Solar dos Abacaxis, continues Mosqueira, arises from a crossing of the desires of two generations, between the 1990s and 2000s: on the one hand, there was a desire to criticize institutional models and create new ones; on the other, there was an interest in reflecting on how to include those who were not part of such institutions. “A practice that seeks to build other institutional modalities that could handle other forms of life, other ways of feeling and thinking, of producing results more aligned with a certain idea of ​​justice or construction, in the present, of other possibilities of living ”, explains Mosqueira.

More exhibitions later, Mosqueira considers that Solar dos Abacaxis is, today, a “robust project”. “Today I am experiencing things that we dreamed of and planned back in 2015,” he says. Dreaming alongside him was the architect Adriano Carneiro de Mendonça, now executive director of Solar, whose first headquarters belonged to his family. “When we met, through the artist Marina Simão, he quickly understood what my proposal was. Over time, we understood that Solar, institutionally, did not depend on the house. We were spending more time. energy and thought with that property [they considered buying] than with our actual mission”.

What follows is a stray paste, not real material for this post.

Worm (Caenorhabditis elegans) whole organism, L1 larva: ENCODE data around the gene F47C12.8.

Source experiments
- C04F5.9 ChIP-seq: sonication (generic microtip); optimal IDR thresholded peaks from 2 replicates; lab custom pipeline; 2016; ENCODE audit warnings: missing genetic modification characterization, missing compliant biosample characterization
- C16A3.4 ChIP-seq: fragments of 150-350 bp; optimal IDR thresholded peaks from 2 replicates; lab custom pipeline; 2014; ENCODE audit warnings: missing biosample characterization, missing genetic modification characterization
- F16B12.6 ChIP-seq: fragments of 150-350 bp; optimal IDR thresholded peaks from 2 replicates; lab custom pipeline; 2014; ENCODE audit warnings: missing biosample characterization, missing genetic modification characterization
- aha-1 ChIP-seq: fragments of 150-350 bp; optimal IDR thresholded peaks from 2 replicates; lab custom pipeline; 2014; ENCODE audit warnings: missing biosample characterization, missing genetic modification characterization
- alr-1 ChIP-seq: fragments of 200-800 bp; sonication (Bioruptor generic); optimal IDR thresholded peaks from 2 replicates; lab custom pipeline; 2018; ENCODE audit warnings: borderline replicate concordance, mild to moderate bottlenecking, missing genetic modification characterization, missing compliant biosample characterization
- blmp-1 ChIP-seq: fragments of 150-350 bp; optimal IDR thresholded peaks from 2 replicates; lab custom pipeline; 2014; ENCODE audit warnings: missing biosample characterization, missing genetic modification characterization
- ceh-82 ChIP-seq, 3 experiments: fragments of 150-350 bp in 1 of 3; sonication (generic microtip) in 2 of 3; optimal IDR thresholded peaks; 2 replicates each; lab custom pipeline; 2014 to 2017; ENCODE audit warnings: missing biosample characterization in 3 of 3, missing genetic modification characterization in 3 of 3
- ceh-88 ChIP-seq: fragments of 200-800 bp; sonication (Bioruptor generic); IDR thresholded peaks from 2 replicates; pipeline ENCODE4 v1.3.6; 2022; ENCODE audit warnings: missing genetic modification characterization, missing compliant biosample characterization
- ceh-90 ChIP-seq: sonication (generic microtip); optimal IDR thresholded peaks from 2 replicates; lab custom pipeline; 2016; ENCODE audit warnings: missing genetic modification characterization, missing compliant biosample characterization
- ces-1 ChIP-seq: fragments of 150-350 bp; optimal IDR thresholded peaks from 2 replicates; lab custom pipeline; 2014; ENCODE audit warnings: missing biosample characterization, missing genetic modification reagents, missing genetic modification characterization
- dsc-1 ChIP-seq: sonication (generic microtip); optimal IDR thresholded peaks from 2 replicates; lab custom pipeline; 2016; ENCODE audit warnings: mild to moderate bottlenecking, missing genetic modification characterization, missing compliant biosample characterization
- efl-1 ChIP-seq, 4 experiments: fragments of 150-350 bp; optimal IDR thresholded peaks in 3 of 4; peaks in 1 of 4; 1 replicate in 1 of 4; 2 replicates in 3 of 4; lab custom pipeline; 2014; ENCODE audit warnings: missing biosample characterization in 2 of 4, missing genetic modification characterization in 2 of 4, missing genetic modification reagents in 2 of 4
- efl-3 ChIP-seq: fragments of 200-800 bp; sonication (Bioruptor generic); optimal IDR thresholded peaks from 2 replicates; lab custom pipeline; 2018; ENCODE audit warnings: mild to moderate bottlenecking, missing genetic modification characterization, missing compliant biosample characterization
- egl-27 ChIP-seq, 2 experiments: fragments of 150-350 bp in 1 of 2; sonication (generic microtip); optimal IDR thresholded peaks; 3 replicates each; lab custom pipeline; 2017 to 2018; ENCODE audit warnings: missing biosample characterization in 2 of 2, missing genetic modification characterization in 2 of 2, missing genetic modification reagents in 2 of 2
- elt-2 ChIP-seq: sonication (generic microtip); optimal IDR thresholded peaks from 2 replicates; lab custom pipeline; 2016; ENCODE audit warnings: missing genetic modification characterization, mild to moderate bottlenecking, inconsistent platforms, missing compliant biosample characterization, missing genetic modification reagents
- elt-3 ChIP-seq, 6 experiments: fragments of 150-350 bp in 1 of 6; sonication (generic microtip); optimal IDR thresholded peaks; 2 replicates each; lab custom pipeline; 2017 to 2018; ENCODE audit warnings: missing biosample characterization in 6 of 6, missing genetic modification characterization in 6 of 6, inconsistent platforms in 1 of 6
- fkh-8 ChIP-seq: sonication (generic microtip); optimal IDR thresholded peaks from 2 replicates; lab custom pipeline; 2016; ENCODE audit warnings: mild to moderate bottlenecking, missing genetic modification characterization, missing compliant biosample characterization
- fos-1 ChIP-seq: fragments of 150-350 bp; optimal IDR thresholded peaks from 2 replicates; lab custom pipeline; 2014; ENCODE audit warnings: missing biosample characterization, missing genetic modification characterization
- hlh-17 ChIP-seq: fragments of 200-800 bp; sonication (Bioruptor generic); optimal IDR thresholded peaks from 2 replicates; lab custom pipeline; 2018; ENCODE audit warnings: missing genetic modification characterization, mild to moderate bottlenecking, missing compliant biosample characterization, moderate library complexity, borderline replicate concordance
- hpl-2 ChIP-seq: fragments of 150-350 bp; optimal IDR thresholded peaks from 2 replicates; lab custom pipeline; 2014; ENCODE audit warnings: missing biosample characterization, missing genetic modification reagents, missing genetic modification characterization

Mosqueira says that they were “nomadic” for around a year and a half, during which they held exhibitions in partnership with other institutions, such as the residence Bela Maré , another with MAM Rio, a series of actions in Recife, São Paulo and other cities in Rio while they were looking for a new headquarters. In New York, before ISLAA, Mosqueira completed a master's degree, but he credits his experience with Solar with the expertise he now takes to his role as chief curator at the institute.

“I learned by making Solar, literally building it, what the plasticity of an institution is, how it is possible to create an institution in other ways. Therefore, it is more of an institutional practice than a curatorial one that I bring a lot from Solar to ISLAA”, she reflects. “One of Solar’s ​​principles is the idea that we have no obligation to repeat old institutional ways of being that do not relate to our values. At ISLAA, this experience is very important because the institute does not have a conventional format, it is not a museum, a gallery, an agency, an embassy. There is no specific model.”

Mosqueira also explains that part of his responsibilities in the new position is to take care of the ISLAA collection, but, above all, to organize exhibitions based on it – according to the curator, the collection is very extensive, rich and complex – and make acquisitions to complement it. One of the future exhibitions, scheduled to open on 28/10, revisits The Potosí principle, presented in 2010 at Reina Sofía, intertwining it with the institute's collection. “It is a time of great expansion, whose main objective is to strengthen its public dimension, not only through the construction of the new headquarters, but by creating new partnerships, making new publications and establishing new internal and external protocols”, he says. “This is one of the things I like to do most: inventing how to do it”.